Joanna Meyer joined The Consultation Center in 2014 and currently serves as Assistant Director of Child Wellbeing and Education Research and Co-Director of the Partnership for Early Education Research (PEER). Meyer aims to partner with education stakeholders to conduct research and evaluation studies that can inform the improvement of education systems and practices. Research interests include educational equity, early childhood education, the transition to K-12 education, social-emotional learning, family engagement, multilingual learners, STEM education, improvement science, and evaluation. Along with eight years in research-practice partnerships, Meyer brings ten years of experience as an educator to her work, a foundation that helps her to develop mutually-beneficial relationships among organizations and advocate for diverse stakeholder interests.
Meyer’s teaching experience spans three school districts, a Job Corps center, and two experiential learning settings. As a high school STEM teacher, Meyer led her school’s decennial accreditation process with New England Association of Schools and Colleges (NEASC), and coordinated the design and pilot of six school-wide rubrics focused on interdepartmental learning expectations. Meyer also served as a fellow of the Maine Writing Project, a mentor teacher for the teacher preparation program at the University of Maine's College of Education and Human Development, and a coordinating teacher for the NSF GK-12 program at the University of Maine's College of Engineering. These experiences increased Meyer’s interest in school improvement and teacher leadership.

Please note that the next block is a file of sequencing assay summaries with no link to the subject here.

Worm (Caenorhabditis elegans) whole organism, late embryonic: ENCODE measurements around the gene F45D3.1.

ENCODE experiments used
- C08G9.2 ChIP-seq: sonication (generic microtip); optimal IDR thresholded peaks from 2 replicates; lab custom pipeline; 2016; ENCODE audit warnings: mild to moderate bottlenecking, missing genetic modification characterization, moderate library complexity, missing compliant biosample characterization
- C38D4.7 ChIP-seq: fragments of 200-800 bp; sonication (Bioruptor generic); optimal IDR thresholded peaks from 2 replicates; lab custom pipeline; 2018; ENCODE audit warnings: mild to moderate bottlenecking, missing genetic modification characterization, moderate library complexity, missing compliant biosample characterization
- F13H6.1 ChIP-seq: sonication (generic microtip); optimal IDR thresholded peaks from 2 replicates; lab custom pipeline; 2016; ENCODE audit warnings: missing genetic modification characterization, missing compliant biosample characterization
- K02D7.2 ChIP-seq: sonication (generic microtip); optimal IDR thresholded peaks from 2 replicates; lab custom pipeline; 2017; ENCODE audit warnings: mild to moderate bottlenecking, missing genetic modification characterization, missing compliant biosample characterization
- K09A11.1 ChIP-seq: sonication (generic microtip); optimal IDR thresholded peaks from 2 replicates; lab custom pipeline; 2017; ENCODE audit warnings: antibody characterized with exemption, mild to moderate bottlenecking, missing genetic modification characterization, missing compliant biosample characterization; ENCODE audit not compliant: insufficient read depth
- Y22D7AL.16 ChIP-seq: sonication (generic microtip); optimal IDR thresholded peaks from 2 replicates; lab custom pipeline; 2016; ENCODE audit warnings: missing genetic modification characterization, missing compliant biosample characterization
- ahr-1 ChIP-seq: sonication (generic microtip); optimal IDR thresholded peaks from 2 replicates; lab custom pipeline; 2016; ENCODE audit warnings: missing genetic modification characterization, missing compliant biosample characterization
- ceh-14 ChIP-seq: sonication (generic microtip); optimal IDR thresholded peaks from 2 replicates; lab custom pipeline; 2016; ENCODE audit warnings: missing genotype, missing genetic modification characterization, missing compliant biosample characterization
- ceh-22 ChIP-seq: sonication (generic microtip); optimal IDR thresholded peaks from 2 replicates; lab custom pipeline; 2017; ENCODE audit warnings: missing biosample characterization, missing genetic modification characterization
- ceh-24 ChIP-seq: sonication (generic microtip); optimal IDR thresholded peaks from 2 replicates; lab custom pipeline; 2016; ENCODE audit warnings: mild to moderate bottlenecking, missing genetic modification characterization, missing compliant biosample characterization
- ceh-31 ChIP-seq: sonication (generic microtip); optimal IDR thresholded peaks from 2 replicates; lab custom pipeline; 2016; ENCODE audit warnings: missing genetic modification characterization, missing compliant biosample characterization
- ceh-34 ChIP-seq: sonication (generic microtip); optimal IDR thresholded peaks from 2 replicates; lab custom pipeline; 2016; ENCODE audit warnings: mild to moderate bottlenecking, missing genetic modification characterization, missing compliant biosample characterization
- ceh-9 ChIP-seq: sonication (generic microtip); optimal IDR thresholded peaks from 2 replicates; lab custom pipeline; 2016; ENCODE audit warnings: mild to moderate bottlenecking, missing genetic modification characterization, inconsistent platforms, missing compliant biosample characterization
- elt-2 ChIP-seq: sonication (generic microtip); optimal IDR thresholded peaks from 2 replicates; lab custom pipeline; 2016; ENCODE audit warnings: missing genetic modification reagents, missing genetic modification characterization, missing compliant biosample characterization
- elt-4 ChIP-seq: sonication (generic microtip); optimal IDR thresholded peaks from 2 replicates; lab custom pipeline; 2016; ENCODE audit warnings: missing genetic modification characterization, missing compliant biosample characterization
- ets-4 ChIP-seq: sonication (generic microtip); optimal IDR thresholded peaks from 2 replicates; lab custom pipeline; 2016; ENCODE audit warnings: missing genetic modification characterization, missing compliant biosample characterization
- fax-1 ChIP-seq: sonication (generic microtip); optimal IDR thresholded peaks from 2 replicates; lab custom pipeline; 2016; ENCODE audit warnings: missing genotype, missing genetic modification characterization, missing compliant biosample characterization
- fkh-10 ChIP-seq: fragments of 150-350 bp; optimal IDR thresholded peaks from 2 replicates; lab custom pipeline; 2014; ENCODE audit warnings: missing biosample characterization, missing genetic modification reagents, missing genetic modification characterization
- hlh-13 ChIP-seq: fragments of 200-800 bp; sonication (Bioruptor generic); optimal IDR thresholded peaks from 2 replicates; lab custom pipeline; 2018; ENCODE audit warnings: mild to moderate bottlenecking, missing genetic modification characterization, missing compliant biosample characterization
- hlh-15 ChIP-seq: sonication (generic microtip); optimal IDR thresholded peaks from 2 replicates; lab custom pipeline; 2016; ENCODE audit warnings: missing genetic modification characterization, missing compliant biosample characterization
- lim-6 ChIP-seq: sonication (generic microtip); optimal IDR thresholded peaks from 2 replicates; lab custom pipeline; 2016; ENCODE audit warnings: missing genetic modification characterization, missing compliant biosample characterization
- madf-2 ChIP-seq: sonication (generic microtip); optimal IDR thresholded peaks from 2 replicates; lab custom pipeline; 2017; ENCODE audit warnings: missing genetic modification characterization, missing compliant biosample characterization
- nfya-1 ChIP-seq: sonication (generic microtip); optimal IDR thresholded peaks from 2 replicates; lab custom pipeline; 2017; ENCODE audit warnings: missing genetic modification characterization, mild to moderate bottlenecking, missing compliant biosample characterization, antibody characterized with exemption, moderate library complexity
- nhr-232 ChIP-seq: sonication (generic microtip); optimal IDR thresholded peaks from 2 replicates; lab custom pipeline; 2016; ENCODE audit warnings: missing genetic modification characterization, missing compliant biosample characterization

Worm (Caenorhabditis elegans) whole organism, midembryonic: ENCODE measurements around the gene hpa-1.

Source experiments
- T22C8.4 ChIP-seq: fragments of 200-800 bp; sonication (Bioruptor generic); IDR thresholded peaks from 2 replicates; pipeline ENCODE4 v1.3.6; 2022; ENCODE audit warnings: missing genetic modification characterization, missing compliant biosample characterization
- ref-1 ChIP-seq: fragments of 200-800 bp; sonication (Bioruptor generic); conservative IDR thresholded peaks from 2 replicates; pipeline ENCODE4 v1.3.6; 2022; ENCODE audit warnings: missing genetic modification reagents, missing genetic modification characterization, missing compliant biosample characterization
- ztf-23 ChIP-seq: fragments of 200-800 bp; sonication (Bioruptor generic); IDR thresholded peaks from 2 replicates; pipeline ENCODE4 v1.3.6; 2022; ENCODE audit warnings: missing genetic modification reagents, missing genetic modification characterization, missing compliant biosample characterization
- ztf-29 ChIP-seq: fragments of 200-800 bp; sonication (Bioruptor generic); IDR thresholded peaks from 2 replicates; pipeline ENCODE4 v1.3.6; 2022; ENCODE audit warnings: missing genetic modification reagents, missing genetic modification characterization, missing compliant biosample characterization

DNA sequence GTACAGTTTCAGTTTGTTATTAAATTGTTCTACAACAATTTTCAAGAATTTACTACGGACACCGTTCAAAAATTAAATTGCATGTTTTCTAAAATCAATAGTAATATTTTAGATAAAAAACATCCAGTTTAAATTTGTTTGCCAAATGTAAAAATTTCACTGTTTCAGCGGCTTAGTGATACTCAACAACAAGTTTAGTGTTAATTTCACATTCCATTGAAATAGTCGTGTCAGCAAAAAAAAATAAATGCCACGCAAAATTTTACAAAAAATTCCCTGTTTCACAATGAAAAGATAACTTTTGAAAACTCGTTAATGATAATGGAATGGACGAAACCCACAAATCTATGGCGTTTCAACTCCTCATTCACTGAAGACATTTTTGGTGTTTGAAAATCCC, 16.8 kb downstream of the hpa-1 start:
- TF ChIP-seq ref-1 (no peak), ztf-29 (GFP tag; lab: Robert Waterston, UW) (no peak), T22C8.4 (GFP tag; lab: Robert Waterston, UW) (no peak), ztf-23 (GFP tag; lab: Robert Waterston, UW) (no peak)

In 2011, Meyer transitioned from the classroom to the Maine Physical Sciences Partnership (MainePSP), a NSF-funded collaboration between the University of Maine's Research in STEM Education (RiSE) Center and 12 local school districts that focuses on improving the teaching and learning of science in secondary and post-secondary classrooms. At the MainePSP, Meyer provided professional development and leadership to teachers who were implementing one or more year-long MainePSP curricula in their grade 6-9 classrooms and engaged in STEM education research. This role required balancing the needs and perspectives of researchers and practitioners, which Meyer found both fascinating and rewarding.
Education & Training
- MATUniversity of Maine, Secondary Science Education (2004)
- BADartmouth College, Environmental Earth Sciences (2002)